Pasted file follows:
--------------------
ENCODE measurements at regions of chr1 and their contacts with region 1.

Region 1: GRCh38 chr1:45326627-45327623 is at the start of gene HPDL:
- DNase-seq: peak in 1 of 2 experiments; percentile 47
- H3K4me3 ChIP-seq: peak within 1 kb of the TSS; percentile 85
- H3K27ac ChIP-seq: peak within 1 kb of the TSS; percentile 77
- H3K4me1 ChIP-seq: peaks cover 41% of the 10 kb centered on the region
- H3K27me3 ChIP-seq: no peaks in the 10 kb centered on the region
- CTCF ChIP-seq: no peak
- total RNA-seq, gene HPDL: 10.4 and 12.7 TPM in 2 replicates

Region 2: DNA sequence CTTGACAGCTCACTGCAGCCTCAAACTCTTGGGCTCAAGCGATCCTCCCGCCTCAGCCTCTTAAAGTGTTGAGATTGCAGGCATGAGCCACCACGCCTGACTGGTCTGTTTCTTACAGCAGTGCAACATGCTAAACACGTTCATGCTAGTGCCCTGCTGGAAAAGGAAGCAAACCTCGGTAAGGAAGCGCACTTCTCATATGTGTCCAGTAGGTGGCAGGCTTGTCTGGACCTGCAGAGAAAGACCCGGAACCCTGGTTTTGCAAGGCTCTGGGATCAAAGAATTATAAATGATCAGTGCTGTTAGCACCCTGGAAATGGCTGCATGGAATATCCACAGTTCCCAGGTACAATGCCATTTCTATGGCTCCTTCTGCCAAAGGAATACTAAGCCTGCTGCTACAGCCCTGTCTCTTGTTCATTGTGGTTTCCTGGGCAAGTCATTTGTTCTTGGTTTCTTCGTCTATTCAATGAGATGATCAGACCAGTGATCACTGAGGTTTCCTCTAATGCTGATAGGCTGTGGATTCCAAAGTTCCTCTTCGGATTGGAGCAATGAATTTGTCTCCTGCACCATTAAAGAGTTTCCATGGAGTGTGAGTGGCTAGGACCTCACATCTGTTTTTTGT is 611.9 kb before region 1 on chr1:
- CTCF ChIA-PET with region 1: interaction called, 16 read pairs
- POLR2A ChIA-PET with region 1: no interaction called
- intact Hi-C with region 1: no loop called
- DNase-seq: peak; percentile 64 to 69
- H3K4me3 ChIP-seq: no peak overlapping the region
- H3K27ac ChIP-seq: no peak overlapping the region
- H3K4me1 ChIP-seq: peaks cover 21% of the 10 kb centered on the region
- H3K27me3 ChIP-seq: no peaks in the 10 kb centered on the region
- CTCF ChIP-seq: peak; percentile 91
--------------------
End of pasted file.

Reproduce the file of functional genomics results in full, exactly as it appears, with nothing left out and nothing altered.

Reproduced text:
ENCODE measurements at regions of chr1 and their contacts with region 1.

Region 1: GRCh38 chr1:45326627-45327623 is at the start of gene HPDL:
- DNase-seq: peak in 1 of 2 experiments; percentile 47
- H3K4me3 ChIP-seq: peak within 1 kb of the TSS; percentile 85
- H3K27ac ChIP-seq: peak within 1 kb of the TSS; percentile 77
- H3K4me1 ChIP-seq: peaks cover 41% of the 10 kb centered on the region
- H3K27me3 ChIP-seq: no peaks in the 10 kb centered on the region
- CTCF ChIP-seq: no peak
- total RNA-seq, gene HPDL: 10.4 and 12.7 TPM in 2 replicates

Region 2: DNA sequence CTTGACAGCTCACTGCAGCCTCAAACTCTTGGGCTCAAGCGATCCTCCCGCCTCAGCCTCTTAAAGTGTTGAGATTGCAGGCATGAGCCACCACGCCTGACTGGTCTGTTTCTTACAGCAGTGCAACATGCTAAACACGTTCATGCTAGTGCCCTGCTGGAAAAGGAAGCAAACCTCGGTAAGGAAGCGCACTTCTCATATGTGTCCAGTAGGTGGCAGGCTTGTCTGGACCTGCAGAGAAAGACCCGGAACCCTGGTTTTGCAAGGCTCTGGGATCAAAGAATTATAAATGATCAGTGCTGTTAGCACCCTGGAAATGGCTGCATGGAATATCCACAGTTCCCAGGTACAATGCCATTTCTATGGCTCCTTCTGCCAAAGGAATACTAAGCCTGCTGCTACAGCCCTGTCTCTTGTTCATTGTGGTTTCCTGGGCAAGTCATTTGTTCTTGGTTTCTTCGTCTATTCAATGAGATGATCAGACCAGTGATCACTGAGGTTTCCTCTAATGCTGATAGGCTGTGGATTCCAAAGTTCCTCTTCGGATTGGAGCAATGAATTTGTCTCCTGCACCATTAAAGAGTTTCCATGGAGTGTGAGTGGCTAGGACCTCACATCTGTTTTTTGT is 611.9 kb before region 1 on chr1:
- CTCF ChIA-PET with region 1: interaction called, 16 read pairs
- POLR2A ChIA-PET with region 1: no interaction called
- intact Hi-C with region 1: no loop called
- DNase-seq: peak; percentile 64 to 69
- H3K4me3 ChIP-seq: no peak overlapping the region
- H3K27ac ChIP-seq: no peak overlapping the region
- H3K4me1 ChIP-seq: peaks cover 21% of the 10 kb centered on the region
- H3K27me3 ChIP-seq: no peaks in the 10 kb centered on the region
- CTCF ChIP-seq: peak; percentile 91